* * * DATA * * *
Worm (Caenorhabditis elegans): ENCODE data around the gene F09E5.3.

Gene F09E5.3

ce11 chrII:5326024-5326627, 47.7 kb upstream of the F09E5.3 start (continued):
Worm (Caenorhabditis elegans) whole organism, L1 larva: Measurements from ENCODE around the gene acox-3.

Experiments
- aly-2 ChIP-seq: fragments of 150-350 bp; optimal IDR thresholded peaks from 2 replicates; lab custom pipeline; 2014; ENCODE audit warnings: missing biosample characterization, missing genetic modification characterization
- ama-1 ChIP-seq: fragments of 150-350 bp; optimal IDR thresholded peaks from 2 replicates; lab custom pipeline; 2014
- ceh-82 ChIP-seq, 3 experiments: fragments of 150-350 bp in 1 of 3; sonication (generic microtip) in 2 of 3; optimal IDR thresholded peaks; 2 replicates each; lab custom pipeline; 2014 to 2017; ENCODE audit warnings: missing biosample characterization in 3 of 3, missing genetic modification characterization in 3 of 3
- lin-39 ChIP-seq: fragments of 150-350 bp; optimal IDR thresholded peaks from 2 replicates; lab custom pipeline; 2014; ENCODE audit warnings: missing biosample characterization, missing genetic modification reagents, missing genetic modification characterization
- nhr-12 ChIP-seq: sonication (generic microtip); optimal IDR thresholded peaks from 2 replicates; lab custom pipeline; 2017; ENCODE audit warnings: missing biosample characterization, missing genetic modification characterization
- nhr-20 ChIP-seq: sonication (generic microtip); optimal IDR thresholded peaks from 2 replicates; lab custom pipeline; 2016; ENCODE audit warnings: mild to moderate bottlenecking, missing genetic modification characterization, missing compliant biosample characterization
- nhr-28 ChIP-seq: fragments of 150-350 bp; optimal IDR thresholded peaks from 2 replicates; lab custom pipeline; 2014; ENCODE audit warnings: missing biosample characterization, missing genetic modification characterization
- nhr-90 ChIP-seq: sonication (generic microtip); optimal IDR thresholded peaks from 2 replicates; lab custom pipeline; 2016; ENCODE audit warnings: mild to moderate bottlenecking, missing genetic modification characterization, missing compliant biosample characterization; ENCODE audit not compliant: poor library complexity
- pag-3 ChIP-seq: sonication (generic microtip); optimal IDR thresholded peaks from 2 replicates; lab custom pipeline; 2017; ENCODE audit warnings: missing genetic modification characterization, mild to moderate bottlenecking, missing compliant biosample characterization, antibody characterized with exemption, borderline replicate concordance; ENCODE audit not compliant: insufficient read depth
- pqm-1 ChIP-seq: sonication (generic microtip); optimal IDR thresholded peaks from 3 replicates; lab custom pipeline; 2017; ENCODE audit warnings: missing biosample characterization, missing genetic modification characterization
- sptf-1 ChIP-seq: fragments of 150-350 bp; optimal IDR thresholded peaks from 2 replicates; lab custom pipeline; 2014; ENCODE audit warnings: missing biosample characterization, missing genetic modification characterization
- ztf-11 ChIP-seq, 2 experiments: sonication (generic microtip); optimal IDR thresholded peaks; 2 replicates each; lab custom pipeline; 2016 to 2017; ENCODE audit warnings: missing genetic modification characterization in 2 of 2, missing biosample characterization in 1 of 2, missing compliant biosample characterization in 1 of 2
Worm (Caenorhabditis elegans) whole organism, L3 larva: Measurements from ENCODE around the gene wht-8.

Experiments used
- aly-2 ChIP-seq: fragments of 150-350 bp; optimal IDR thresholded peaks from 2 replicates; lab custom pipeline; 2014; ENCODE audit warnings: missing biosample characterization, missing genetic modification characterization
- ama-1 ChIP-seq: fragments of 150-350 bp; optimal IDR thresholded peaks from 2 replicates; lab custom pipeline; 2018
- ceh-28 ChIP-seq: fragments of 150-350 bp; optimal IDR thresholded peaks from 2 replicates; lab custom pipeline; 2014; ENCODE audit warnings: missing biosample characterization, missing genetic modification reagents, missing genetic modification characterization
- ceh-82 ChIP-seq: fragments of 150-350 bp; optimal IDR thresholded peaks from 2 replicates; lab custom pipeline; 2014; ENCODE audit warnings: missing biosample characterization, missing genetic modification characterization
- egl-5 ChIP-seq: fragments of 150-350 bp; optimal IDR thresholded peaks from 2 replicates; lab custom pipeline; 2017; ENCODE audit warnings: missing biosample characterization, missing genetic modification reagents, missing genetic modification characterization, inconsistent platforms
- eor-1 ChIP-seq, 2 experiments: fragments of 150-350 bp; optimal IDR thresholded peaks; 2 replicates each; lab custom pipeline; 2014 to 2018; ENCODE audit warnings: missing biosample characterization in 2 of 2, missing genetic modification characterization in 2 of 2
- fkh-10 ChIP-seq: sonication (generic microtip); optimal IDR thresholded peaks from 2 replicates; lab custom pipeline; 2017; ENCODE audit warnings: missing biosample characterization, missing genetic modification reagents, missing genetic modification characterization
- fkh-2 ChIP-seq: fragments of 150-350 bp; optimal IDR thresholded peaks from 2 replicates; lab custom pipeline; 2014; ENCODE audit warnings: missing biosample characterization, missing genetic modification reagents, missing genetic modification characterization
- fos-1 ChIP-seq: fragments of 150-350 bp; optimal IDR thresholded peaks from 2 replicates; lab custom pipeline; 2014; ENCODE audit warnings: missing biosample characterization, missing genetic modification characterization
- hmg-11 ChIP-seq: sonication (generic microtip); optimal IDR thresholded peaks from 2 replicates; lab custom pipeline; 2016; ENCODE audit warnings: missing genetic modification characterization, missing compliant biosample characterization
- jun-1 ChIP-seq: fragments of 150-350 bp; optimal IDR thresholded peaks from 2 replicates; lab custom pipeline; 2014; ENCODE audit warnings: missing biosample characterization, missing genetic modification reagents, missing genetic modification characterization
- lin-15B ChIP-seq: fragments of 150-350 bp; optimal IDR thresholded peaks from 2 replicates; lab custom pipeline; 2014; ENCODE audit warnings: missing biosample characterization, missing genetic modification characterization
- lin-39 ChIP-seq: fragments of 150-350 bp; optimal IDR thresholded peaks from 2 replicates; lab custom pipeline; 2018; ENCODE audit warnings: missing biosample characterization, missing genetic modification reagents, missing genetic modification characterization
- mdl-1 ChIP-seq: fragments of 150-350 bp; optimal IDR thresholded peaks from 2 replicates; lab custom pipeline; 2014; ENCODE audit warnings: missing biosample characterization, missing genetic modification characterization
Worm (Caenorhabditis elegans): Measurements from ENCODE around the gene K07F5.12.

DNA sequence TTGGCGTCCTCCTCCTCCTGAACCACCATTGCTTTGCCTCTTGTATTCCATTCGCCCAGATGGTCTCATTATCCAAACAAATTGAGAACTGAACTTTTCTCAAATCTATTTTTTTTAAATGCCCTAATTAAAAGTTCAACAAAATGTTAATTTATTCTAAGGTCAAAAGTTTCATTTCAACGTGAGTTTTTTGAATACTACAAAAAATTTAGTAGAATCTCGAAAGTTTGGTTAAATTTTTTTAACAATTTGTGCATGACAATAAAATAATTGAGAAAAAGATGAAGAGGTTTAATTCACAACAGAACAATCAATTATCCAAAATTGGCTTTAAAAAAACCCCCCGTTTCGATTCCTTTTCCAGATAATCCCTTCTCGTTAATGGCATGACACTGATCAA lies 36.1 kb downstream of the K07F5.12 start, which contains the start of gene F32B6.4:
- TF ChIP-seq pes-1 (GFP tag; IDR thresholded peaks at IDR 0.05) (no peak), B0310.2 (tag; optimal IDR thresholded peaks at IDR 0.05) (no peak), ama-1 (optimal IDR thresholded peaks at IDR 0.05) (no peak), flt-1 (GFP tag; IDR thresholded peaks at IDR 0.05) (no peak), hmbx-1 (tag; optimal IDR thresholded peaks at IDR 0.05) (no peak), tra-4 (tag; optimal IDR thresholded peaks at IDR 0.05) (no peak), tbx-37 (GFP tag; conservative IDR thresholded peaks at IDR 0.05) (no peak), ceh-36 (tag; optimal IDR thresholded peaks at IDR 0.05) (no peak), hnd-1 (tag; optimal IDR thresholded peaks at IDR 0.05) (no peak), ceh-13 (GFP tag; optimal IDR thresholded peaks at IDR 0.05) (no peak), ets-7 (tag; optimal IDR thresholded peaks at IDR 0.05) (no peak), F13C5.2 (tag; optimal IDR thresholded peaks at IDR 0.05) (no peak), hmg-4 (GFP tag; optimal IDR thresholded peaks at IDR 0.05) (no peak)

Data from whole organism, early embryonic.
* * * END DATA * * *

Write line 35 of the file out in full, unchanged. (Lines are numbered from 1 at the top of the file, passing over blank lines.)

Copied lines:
DNA sequence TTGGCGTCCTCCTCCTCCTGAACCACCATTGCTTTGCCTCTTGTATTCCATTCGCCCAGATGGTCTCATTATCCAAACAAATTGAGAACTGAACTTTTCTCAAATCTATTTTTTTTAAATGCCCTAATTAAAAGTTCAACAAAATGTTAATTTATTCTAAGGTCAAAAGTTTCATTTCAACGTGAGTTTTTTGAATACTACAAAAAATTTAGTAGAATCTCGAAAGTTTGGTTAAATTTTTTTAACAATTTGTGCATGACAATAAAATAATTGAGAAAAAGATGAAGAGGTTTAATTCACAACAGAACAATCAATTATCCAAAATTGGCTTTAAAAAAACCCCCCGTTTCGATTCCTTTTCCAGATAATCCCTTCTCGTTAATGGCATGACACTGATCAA lies 36.1 kb downstream of the K07F5.12 start, which contains the start of gene F32B6.4: